Roundness uniformity value, which is the coefficient of variation in the measured single roundness values over a specified length, is the ratio of the standard deviation of the measured single roundness values divided by the mean of the measured single roundness values. The standard deviation was determined according to the equation: standard deviation = n i = 1 n χ i 2 - ( i = 1 n χ i ) 2 n ( n - 1 ) ( 1 )

where

n is the number of samples in the population (i.e., for calculating the standard deviation of the measured single roundness values for determining the diameter uniformity value n is the number of measured single roundness values over the specified length), and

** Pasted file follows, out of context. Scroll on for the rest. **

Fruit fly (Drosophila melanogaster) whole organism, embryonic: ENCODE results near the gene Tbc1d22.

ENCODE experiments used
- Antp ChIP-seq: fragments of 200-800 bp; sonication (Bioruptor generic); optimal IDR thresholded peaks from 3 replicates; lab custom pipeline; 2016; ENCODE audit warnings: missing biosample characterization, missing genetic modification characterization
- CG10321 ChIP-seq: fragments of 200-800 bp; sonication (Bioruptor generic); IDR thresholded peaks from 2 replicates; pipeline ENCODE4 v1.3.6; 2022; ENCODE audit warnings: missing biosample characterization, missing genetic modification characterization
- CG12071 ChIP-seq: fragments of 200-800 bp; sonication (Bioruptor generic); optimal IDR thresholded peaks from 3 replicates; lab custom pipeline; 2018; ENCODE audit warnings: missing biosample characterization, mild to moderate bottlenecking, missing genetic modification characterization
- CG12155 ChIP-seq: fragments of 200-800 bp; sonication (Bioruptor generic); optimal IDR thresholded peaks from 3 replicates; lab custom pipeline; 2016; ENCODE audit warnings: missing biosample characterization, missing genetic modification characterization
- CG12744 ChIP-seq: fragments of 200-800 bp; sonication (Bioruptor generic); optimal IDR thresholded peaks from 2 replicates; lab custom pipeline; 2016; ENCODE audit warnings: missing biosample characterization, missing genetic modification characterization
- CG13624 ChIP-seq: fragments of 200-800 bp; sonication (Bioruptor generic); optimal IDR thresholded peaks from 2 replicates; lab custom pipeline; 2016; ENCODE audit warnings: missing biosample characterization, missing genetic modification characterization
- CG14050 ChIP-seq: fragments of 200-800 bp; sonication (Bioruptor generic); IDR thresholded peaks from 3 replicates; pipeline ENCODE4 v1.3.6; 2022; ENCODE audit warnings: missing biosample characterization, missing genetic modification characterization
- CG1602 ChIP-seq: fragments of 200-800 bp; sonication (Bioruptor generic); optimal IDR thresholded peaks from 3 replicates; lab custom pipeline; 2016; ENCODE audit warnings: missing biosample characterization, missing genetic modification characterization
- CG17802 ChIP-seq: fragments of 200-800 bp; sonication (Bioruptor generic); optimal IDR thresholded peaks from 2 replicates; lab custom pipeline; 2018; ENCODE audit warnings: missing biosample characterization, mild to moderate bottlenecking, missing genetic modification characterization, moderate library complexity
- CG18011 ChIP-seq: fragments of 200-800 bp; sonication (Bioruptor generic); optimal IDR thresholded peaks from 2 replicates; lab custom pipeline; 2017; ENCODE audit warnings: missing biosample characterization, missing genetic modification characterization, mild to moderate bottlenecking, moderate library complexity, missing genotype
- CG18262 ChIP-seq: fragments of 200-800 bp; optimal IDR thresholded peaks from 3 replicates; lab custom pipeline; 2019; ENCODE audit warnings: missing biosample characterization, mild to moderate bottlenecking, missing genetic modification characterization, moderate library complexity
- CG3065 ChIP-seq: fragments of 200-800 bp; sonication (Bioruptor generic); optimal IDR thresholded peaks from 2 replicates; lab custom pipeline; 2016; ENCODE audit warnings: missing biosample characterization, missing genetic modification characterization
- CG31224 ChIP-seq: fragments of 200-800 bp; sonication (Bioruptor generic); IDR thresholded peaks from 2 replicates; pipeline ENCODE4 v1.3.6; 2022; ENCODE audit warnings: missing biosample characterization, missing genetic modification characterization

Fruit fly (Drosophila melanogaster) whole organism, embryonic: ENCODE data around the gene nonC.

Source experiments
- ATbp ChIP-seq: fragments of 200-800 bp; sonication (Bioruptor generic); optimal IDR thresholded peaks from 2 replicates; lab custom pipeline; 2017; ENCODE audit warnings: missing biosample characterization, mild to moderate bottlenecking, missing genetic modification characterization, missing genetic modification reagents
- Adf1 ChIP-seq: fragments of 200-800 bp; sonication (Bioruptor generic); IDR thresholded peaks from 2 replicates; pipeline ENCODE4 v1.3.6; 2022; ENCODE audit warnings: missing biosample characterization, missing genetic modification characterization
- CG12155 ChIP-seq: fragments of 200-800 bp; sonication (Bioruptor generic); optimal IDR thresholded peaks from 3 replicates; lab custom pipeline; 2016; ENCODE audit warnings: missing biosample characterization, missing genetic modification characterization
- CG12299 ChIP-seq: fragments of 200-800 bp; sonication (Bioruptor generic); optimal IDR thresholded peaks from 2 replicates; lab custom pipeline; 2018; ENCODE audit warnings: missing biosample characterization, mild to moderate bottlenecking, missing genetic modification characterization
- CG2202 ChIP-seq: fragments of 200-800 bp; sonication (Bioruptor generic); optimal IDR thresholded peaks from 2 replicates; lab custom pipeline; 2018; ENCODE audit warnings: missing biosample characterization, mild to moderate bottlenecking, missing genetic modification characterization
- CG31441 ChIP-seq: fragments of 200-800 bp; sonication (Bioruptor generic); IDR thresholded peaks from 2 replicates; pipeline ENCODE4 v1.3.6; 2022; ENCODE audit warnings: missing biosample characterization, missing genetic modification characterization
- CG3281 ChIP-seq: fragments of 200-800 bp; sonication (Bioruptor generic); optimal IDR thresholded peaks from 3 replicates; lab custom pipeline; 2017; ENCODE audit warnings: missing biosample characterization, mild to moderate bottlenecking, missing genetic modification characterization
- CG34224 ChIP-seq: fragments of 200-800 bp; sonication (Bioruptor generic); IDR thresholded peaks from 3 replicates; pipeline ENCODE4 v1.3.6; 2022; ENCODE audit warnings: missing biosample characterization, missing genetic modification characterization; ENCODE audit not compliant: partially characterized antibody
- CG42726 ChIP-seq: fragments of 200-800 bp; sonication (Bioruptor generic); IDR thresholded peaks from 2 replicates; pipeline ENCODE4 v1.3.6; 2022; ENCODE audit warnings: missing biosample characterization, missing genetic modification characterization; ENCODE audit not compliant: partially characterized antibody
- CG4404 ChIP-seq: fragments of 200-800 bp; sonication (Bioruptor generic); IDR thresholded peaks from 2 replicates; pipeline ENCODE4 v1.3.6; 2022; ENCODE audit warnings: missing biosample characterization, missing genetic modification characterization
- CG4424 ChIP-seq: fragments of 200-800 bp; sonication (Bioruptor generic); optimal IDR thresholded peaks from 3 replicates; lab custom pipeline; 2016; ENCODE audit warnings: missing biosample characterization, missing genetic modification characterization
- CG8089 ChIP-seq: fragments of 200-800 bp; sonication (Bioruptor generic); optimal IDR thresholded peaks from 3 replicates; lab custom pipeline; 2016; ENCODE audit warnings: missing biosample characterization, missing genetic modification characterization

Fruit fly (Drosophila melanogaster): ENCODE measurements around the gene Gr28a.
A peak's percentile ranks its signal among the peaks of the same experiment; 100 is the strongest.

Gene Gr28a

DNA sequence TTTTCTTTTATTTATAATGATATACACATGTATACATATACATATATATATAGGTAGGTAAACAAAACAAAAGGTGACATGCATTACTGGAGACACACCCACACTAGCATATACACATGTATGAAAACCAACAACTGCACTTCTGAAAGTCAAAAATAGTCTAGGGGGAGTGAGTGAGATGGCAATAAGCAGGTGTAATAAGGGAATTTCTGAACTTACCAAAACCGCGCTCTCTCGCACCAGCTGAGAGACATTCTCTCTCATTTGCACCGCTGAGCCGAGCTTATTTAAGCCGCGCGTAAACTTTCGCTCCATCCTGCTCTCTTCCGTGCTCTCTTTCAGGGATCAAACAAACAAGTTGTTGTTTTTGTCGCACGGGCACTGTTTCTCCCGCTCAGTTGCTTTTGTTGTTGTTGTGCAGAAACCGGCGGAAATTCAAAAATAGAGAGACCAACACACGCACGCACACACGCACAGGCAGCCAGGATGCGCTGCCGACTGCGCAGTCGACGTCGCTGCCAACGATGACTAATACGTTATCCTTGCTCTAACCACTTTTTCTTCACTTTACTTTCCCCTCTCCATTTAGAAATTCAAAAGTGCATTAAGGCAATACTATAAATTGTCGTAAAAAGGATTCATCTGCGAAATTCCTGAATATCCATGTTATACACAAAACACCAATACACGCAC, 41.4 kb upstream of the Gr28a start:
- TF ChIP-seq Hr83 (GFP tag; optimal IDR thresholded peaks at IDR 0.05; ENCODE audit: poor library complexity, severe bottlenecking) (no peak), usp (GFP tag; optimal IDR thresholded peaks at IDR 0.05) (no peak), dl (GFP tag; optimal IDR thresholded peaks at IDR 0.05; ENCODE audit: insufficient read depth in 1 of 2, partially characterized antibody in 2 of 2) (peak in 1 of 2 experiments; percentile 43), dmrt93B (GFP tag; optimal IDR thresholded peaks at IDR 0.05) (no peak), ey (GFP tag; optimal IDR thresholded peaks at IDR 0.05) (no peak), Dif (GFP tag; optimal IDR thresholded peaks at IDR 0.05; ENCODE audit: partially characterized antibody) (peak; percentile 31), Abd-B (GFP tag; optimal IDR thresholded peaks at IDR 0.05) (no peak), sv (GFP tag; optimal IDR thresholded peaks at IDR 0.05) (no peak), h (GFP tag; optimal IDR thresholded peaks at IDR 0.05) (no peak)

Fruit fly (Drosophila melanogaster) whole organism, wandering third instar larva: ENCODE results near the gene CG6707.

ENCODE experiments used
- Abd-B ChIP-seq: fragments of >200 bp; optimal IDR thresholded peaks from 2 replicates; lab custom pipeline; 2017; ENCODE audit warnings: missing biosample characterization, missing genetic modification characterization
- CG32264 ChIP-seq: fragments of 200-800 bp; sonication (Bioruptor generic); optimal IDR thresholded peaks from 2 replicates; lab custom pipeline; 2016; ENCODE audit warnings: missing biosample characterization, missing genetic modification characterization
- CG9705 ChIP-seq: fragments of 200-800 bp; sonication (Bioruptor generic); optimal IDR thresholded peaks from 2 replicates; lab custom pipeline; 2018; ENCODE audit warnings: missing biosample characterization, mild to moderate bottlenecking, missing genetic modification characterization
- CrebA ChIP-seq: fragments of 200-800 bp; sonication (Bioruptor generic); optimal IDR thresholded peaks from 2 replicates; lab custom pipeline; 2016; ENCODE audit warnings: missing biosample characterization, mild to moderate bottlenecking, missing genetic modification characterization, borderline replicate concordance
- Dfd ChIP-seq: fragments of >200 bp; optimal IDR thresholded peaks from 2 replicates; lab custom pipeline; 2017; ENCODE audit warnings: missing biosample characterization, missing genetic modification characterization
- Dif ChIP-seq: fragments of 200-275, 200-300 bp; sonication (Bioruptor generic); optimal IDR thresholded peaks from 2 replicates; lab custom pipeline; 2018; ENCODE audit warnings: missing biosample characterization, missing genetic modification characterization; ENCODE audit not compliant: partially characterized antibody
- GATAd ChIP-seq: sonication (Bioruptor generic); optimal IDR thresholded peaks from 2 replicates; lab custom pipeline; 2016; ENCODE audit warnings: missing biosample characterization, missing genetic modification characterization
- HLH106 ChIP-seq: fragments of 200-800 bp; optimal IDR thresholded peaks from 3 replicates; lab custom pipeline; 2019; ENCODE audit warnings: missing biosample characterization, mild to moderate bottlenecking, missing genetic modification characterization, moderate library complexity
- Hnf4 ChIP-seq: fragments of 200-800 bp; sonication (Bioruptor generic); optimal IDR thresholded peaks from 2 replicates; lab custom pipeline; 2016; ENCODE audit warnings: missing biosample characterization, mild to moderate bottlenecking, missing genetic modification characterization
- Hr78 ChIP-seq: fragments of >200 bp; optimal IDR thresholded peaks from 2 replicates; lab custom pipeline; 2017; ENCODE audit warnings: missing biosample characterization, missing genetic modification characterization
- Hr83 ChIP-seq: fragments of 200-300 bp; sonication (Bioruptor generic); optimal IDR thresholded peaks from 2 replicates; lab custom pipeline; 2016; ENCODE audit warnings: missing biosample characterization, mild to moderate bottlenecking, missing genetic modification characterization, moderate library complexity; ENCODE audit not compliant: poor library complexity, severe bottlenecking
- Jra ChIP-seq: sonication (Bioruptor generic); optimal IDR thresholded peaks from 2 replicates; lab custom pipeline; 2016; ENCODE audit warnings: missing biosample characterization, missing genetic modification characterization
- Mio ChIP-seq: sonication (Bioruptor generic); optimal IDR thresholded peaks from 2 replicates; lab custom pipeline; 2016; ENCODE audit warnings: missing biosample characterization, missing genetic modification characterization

x is the measured value of the sample population (i.e., for calculating the standard deviation of the measured single roundness values for determining the diameter uniformity value x are the measured single roundness values over the specified length)

The measured single roundness values for determining the mean were obtained as described above for the roundness value.

Diameter Uniformity Value

Diameter uniformity value, which is the coefficient of variation in the measured single average diameter over a specified length, is defined by the ratio of the standard deviation of the measured single average diameters divided by the mean of the measured single average diameters. The measured single average diameter is the average of the 100 data points obtained as described above for roundness values. The standard deviation was calculated using Equation (1).

Example 1